What to expect after your Laser Surgery


      
After the procedure, you'll be advised to rest for the remainder of the day and to continue using  prescribed eye drops as instructed.  During your Laser Vision Correction Procedures procedure,  the protective layer of tissue on the surface of the eye, the epithelium, is removed from the  central portion of the cornea.  This protective tissue regenerates itself, and normally over a two  to four day period the healing process is sufficiently completed such that the epithelium once  again covers the entire surface of the eye.

During this healing process, some patients will experience varying degrees of discomfort.  This  can vary from a mild scratchy, burning, or foreign body feeling to more severe pain which is only  minimally responsive to normal oral medications.  Two options are available to reduce discomfort  and promote healing.  An eye patch can be applied to keep the eye closed or a soft contact  lens  can be inserted to protect the treated area while healing is under way.  Studies have  shown that most patients are more comfortable with the contact lens and eye drops than if the  eye is patched.  Patients who have difficulty wearing contact lenses may not be able to  successfully wear the protective lenses and may experience greater than normal discomfort  following Laser Vision Correction Procedures.

Although there is minimal risk of infection with either the use of the contact lens or the patch,  the risk is thought to be slightly higher with the contact lens.  In addition to the probability of  experiencing less post-procedure discomfort, patients with the contact lens have their eye  open,  permitting useful (although blurry) vision, which is obviously not possible if the eye is  patched.

Before you leave the Laser Vision Institute, you will be supplied a kit containing antibiotic and  anti-inflammatory eye drops, along with a schedule for their use.  Care must be taken to avoid  any contact with the eye during the period in which the sensitivity of the eye is reduced  through  use of the anesthetic drops.  Because of the reduced sensitivity of the eye while using  anesthetic eye drops, you might accidentally damage your eye without feeling the contact.  You  may also be provided with a prescription for oral medications, which can be used, should you  experience discomfort, pain, or difficulty in getting to sleep.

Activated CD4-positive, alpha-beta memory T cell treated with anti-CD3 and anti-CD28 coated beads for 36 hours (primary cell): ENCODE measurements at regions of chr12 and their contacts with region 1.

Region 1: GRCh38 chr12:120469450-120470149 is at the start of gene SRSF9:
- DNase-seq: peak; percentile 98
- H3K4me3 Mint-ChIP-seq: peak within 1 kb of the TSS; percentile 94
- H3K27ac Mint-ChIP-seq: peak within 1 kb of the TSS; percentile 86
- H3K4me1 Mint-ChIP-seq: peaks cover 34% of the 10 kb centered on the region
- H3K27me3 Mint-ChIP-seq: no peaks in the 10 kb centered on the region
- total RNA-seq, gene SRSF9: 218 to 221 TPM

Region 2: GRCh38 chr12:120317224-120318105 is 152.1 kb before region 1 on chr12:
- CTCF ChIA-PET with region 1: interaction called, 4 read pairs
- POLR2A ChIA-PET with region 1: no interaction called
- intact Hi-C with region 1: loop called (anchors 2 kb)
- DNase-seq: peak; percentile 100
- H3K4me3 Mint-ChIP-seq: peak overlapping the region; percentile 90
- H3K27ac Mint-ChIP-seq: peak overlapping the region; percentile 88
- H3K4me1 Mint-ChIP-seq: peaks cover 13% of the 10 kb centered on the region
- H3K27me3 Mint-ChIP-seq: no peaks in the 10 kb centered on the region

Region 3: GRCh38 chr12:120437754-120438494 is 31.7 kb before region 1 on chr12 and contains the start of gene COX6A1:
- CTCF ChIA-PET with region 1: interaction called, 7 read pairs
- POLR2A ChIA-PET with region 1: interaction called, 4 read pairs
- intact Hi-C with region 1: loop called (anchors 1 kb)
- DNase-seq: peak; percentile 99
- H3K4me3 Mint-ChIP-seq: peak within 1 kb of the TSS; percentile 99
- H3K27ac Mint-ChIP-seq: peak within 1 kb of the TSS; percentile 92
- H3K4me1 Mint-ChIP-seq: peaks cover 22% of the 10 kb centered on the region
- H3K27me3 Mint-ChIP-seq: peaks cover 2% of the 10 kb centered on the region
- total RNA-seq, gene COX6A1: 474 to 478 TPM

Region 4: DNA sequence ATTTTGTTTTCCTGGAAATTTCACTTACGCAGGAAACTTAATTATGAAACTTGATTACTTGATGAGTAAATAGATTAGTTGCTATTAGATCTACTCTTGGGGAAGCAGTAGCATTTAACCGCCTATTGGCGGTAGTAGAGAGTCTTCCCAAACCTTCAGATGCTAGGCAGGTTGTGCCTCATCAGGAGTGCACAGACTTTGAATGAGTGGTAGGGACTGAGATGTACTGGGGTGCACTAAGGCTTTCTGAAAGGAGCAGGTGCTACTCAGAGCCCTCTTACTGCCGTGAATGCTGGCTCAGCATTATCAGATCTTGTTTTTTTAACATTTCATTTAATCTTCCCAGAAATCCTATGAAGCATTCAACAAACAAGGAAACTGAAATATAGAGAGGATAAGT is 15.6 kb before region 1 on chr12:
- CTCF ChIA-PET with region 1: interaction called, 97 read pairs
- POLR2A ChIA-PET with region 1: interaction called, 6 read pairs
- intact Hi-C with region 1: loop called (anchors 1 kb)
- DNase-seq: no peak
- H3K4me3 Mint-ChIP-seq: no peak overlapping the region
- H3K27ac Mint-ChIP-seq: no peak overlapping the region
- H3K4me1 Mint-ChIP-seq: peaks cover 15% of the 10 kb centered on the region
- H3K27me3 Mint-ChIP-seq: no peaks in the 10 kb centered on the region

You are likely to be sensitive to light and may not be able to see well enough to accomplish  even  simple tasks like reading a menu for two to three days following Laser Vision Correction  Procedures.  You will appreciate having a companion along. 

You should certainly not drive  during this period.

Patients typically return on the day following the procedure to confirm the fit of the protective  contact lens and to ensure that the healing process is progressing satisfactorily.  The epithelium  usually regenerates itself sufficiently to cover the treated area within two to four days.  During  this period, a visit to the Laser Vision Institute or to your co-managing doctor may be required if  discomfort persists.

If you are healing as anticipated and no particular discomfort is present, an eye doctor removes  the protective lens on the third or fourth day following the procedure.  In some cases, an  additional day or two is required prior to removing the protective lens to ensure that the healing  process is adequately advanced. 

You should refrain from driving until your vision is sufficiently restored to make  driving safe.


An surgeon will monitor your recovery and your continued use of eye drops.  Steroid eye drops  are often used after the procedure to reduce redness, eye irritation, and to regulate healing  response.  Regular follow-up visits are required, as the use of steroid eye drops can cause an  increase in internal eye pressures for some patients.  Follow-up evaluation visits are generally  scheduled within ten days after the procedure, then as needed for the first six months after the  procedure, with a final follow-up visit one year after the procedure.